Adolescents' Food Communication in Social Media

Adolescents' Food Communication in Social Media

Christopher Holmberg (University of Gothenburg, Sweden)
Copyright: © 2018 |Pages: 10
DOI: 10.4018/978-1-5225-2255-3.ch601
OnDemand PDF Download:
$30.00
List Price: $37.50

Abstract

Social media is ubiquitous in the lives of adolescents. Social media permits users to upload and share contents pertinent to health such as food and nutrition communications. Studies show that the dissemination and sharing of food content is prevalent in these channels. Not only do messages of food serve a symbolic purpose in these online platforms, but this communication might also affect adolescents in both positive and negative ways in regards to health. Visual food messages can affect brain areas associated with appetite and influence dietary behaviors among adolescents similar to advertisements. The objective with this article is to elucidate the complex and interwoven relationship between food and nutrition, social media, and adolescents from a health communication perspective. The article draws upon empirical studies and results, as well as related conceptual literature. Methodological and theoretical explanations are discussed as well as practical implications. Future research directions are also outlined.
Chapter Preview
Top

Background

The social nature of food and food practices - that is, the idea that food is a way to interact and connect with others - is crucial to promoting health. To better understand food and its complex relationship with social media, we need to consider how diets and food habits connect people culturally. While food and nutrients are necessary for human survival, they also function as important objects in culture and as rich sources for metaphor (Korthals, 2008). Some sociologists even aver that food is a total social fact (Mauss, 1967). The cultural dimension of food practices has been termed the “omnivore’s dilemma” (Korthals, 2008) or “omnivore’s paradox” (Fischler, 1988), based on the assumption that humans can eat a wide variety of things. Unlike specialized eaters, omnivores such as humans can thrive on a multitude of diets and lack inherent predilections for foods that are healthy. Culture thus becomes a primary factor that dictates human eating behaviors, which suggests that the social meaning and metaphors of food can affect food choices and implicate which types of food confer social acceptance.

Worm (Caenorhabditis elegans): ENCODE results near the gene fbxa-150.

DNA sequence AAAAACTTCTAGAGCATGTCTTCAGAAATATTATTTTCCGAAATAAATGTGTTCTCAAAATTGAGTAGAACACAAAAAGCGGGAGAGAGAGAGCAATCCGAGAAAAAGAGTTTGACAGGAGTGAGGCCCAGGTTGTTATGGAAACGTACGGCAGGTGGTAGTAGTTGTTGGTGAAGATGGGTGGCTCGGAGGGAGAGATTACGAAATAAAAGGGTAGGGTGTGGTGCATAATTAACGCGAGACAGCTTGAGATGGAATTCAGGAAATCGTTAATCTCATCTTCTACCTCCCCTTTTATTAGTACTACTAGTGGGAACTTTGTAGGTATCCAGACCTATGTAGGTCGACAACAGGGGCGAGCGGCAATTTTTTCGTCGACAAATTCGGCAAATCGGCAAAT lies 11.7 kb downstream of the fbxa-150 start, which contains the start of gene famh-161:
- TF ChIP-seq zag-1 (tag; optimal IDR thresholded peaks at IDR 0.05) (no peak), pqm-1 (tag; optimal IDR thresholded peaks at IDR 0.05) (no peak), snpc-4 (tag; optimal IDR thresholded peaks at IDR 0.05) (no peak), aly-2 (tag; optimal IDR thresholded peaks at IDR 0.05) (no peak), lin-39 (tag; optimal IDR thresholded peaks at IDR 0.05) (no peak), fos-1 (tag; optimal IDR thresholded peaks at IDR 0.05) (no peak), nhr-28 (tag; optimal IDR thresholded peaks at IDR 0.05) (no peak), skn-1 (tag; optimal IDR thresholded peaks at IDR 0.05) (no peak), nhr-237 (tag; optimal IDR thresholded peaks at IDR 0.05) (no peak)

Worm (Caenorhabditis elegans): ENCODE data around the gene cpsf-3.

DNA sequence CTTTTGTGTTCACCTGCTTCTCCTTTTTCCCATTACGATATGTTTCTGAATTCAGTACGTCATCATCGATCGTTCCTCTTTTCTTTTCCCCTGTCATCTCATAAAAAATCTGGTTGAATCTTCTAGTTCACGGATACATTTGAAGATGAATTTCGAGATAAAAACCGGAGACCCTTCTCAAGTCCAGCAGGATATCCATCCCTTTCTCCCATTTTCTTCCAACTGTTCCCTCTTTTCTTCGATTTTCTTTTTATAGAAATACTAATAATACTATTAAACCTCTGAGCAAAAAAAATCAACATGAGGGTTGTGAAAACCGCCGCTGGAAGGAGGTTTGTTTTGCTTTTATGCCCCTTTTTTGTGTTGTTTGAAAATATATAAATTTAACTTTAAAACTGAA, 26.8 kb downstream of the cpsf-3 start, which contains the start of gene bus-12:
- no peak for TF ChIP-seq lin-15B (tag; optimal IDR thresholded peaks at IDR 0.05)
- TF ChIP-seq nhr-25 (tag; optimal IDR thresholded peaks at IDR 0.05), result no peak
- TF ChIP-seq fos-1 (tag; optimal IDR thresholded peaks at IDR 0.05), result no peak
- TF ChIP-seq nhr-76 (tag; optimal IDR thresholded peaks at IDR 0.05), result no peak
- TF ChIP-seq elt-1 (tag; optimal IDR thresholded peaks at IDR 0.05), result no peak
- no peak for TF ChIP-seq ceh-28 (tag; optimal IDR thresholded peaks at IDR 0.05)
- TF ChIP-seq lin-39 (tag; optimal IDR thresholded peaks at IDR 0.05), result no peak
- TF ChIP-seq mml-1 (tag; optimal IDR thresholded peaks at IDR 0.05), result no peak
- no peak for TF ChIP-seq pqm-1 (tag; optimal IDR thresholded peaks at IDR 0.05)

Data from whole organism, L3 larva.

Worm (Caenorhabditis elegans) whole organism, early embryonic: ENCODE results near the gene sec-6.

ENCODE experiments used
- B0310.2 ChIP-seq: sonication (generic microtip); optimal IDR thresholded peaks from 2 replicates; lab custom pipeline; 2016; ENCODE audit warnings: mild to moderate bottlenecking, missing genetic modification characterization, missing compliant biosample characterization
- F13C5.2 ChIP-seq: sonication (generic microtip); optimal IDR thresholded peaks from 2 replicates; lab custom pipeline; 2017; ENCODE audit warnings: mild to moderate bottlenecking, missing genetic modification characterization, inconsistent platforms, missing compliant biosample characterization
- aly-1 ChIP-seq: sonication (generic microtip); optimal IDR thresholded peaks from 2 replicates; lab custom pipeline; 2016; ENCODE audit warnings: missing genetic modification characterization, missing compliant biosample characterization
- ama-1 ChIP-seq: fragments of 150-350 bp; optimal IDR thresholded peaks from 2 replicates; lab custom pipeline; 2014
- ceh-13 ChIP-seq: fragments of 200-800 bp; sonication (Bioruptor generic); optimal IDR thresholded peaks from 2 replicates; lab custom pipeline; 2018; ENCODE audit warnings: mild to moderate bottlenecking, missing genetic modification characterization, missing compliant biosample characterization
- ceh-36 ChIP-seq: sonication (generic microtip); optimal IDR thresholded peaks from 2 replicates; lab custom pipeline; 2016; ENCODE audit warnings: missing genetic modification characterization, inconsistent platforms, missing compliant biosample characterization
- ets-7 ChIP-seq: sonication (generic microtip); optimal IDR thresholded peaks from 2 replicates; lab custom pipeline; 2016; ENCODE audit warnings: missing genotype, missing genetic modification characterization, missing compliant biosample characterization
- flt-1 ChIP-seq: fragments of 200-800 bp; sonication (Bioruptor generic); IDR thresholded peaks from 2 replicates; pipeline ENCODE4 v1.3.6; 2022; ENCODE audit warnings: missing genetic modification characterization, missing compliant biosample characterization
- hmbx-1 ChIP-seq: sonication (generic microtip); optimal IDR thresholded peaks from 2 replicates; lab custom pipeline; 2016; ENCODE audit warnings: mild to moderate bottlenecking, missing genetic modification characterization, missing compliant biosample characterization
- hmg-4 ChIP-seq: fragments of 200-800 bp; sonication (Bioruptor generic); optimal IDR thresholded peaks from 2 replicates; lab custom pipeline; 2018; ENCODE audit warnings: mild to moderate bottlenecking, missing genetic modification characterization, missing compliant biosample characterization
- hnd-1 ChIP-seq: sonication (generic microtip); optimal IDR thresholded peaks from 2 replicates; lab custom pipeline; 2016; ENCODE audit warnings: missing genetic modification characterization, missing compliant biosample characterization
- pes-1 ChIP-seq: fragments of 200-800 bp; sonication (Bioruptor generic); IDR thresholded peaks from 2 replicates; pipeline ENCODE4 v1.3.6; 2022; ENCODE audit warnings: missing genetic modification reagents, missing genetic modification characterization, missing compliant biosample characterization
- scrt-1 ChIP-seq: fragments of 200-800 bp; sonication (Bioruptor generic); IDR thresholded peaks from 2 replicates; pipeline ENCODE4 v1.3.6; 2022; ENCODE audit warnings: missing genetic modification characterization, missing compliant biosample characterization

Key Terms in this Chapter

Social Facilitation: A theory that suggests that there is an improvement in performance produced by the actual, imagined or implied presence of others.

Impression Management: Conscious or subconscious procedure in which adolescents attempt to influence the perceptions of themselves. This is done by regulating and adjusting information in social interaction.

Online Social Networks: Online services that permits individuals to construct a public or semi-public profile within a network, and specify other users with whom they share a connection.

Social Modeling: A theory that stipulates that we learn to imitate others by observing their behavior and that we learn to behave in certain ways by watching others do what they do.

Social media: Umbrella term for Internet-based services and applications that permit its users to construct individual personal profiles, generate and access searchable online content (e.g., images, videos), form online connections with other users, and view these social connections.

Complete Chapter List

Search this Book:
Reset